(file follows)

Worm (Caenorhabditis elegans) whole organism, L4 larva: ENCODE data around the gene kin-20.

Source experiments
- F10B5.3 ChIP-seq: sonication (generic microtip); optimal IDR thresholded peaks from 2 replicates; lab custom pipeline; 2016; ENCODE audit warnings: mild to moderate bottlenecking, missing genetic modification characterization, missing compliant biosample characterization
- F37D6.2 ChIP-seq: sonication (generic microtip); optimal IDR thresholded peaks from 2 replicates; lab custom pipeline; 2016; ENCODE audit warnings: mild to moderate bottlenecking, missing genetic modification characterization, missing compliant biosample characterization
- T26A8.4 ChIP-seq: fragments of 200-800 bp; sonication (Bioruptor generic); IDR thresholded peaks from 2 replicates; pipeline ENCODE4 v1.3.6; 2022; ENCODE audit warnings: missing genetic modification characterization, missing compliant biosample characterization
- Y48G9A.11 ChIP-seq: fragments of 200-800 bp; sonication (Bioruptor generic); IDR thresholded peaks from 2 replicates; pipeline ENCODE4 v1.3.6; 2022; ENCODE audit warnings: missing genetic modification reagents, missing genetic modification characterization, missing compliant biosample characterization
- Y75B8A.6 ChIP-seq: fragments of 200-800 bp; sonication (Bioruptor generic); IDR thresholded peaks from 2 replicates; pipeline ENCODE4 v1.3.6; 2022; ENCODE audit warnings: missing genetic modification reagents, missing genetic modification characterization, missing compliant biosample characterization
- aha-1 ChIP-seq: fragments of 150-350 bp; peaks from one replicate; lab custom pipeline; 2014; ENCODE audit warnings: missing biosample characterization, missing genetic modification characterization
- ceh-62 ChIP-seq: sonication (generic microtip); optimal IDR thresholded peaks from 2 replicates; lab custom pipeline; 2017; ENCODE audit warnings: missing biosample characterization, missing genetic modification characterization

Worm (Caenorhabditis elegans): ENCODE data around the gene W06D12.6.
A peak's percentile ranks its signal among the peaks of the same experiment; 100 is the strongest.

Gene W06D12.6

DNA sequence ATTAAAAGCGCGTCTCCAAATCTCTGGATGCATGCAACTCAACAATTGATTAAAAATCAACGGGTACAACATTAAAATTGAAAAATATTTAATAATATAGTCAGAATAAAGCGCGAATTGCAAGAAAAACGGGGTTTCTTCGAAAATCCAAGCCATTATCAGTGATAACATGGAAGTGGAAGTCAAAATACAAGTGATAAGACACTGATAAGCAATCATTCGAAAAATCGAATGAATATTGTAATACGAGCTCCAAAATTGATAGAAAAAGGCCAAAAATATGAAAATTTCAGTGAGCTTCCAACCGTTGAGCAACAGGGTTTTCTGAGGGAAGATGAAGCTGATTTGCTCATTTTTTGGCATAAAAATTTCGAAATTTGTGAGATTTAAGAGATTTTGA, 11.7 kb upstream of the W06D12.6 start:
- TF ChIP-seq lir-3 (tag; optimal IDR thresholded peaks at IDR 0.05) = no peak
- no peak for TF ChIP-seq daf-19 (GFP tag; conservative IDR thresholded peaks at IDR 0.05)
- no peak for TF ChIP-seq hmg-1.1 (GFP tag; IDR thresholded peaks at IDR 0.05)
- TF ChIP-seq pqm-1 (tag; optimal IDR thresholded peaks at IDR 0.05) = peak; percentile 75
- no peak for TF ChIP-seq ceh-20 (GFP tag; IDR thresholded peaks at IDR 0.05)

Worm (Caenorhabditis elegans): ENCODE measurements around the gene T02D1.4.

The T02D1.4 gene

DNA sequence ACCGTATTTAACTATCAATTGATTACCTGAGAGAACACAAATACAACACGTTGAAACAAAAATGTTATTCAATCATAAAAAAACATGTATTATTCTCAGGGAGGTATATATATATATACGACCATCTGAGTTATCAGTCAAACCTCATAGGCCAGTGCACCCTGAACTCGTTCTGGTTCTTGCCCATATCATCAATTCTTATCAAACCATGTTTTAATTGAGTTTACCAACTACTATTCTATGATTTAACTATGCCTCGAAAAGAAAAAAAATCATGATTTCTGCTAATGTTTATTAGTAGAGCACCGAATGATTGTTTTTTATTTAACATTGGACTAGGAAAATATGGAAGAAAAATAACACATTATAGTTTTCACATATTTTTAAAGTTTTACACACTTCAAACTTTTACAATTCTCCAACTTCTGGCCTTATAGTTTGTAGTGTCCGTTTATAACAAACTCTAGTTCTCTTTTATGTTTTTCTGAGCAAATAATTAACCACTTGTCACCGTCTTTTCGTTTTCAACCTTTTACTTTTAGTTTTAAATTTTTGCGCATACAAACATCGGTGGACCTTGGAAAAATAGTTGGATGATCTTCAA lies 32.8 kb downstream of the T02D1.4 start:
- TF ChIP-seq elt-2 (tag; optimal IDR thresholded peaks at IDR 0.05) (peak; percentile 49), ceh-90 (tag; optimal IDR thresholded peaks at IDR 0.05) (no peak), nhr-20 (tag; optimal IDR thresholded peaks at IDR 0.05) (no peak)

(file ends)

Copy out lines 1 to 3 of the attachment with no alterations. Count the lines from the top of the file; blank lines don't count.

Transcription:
Worm (Caenorhabditis elegans) whole organism, L4 larva: ENCODE data around the gene kin-20.

Source experiments
- F10B5.3 ChIP-seq: sonication (generic microtip); optimal IDR thresholded peaks from 2 replicates; lab custom pipeline; 2016; ENCODE audit warnings: mild to moderate bottlenecking, missing genetic modification characterization, missing compliant biosample characterization